“I mean, people even yesterday were like, ‘Oh, I didn’t know you were open but I thought I would stop by’ … I mean, people who got their power back wanted other stuff as well, so I lost all of that … on top of who could I not help, because I didn’t have my chippers up and running,” she said.
Elsewhere on Route 44, , a secondhand goods shop, lost about a week’s worth of business during its month-long anniversary sale, according to its owner Kimberly Hathaway. The situation was made worse because the store sees most of its business on weekends and had been forced to stay closed the Sunday following the storm.
, located up the street and owned by Hathaway’s husband Eric Hathaway, fared better in the days following the storm thanks to selling such things as rotary phones (which Hathaway said worked with AT&T service), oil lamps, transistor radios, and fireplace equipment, all of which were in high demand thanks to the powerless status of many homes. The store was still forced to stay closed Oct. 30 through Nov. 2, however, and lost business the day of the storm.
“When it started snowing, the customers sort of evaporated,” Hathaway said.
In Farmington, lost power at 4:30 p.m. on Oct. 29 and remained that way until 11 a.m. on Nov. 8. According to restaurant manager Joe Sweeney, businesses on either side of the restaurant going up Route 6 recovered power days before, while the two other and Newington recovered power the Wednesday following the storm.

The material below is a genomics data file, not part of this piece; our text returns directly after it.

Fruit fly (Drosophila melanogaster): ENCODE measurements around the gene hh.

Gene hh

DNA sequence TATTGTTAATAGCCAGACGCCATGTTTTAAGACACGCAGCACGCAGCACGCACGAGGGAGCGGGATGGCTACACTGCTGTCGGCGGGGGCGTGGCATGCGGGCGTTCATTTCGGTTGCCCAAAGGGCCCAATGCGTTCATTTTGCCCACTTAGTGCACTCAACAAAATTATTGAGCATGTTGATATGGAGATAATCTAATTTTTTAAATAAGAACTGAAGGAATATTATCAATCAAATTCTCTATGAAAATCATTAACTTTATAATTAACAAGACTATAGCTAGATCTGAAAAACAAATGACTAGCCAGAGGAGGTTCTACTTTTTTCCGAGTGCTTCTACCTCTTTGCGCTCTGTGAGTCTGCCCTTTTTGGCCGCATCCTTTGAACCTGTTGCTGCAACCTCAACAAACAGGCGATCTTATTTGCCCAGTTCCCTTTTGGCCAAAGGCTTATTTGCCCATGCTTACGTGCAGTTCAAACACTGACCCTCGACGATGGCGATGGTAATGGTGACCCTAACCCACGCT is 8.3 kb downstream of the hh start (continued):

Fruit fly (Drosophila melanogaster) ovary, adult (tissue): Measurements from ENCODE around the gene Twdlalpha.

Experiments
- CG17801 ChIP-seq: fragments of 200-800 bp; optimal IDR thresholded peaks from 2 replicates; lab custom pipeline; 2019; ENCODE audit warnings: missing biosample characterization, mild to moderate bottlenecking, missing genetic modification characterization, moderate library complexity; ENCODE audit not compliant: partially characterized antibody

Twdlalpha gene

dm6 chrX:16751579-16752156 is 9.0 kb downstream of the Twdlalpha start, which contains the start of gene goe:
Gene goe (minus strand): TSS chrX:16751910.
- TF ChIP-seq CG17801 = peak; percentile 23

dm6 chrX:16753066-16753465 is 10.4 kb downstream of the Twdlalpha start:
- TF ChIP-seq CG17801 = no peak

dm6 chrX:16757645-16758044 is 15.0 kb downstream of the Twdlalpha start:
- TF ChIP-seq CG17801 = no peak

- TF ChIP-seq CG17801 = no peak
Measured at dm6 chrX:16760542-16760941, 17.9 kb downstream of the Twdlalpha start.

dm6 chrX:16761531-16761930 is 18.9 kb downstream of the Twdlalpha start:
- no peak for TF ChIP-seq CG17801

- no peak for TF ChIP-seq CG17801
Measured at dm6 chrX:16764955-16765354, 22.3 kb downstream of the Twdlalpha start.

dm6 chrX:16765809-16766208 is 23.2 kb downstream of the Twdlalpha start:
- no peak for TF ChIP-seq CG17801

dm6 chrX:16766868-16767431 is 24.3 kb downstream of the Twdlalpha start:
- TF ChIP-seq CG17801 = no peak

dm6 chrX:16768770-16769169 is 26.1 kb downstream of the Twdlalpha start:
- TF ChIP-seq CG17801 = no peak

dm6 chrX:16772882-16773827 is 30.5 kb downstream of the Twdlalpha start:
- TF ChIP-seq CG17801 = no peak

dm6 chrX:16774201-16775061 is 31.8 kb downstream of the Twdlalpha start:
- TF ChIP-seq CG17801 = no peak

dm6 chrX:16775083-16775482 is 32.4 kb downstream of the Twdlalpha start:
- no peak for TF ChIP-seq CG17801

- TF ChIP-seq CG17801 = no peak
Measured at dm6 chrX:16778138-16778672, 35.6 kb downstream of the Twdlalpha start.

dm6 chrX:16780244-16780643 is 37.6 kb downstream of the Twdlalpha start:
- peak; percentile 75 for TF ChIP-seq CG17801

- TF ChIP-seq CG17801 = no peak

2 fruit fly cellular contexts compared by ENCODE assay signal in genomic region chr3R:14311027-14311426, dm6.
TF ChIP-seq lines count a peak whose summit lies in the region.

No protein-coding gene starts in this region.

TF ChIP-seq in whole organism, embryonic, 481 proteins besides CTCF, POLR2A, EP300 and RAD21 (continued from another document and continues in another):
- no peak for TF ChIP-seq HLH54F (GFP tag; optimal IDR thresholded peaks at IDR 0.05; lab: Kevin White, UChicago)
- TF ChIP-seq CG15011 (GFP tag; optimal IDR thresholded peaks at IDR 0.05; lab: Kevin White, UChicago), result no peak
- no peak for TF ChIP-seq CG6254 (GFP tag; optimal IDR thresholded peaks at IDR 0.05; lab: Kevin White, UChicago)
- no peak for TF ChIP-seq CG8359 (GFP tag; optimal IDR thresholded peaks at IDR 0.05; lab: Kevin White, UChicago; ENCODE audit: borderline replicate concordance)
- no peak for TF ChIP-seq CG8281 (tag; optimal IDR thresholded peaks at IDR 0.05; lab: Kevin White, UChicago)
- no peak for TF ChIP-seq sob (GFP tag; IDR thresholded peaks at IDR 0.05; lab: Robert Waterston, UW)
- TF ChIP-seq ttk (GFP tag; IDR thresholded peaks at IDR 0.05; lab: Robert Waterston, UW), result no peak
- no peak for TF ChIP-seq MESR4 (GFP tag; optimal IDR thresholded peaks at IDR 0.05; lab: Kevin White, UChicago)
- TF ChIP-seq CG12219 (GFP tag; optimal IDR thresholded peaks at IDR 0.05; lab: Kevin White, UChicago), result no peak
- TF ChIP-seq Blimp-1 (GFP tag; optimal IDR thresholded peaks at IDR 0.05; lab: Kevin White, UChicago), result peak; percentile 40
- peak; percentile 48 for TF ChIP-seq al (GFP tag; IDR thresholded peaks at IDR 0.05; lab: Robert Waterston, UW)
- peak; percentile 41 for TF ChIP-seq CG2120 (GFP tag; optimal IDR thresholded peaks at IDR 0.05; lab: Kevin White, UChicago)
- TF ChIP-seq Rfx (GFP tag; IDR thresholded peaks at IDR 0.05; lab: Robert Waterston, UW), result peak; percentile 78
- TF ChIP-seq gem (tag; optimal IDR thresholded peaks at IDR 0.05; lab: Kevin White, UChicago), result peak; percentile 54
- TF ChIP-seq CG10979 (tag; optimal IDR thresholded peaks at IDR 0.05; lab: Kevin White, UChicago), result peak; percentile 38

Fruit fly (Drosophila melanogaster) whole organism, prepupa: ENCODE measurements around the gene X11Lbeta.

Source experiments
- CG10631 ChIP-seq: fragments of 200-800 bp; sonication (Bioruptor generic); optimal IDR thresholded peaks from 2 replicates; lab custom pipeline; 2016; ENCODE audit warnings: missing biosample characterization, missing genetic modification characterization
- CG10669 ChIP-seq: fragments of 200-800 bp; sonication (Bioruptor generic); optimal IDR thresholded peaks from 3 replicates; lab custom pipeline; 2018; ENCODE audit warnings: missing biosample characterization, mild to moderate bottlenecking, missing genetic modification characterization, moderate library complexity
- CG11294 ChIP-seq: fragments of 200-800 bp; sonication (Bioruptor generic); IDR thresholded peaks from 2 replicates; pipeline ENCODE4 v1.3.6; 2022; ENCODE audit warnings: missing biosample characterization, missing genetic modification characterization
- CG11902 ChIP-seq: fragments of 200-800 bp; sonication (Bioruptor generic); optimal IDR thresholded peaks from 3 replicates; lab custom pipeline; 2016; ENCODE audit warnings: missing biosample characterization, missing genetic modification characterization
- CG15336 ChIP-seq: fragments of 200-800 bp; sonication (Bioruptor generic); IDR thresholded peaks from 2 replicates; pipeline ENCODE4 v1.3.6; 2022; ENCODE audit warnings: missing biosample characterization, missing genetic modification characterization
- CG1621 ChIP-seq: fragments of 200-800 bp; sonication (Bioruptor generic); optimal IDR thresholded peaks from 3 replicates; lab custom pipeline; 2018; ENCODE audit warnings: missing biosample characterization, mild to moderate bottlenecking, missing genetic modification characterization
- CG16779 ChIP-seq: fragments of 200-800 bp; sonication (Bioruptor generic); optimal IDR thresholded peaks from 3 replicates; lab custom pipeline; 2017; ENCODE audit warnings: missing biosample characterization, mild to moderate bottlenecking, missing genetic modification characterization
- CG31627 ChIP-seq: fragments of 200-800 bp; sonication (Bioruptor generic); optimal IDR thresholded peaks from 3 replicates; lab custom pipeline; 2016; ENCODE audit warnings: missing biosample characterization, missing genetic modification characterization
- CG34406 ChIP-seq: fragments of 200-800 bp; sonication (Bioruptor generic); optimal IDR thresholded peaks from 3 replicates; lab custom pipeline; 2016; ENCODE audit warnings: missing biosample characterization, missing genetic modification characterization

Attempts to contact CL&P about their situation only resulted in having the number of customers without power being quoted to them, according to Sweeney.
“It was like time and space just stopped for a week around here,” he said.
The restaurant only opened back up at 5 p.m. on Nov. 9. Sweeney was not at liberty to put a dollar amount to the amount of business lost, but said that state law required them to dispose of all of the food stored in the restaurant as a result of the power outage. The amount filled two 8-yard-long Dumpsters.
When asked what she thought of BreMar joining the lawsuit, Roberts said that it would likely not happen but that CL&P’s lack of response had been extremely irresponsible and led to a great deal of inconvenience for the company.
“As a business, if we tell you we’re going to deliver this tractor, we give you a time frame,” she said. “I have to be held accountable for that. They [CL&P] should be the same.”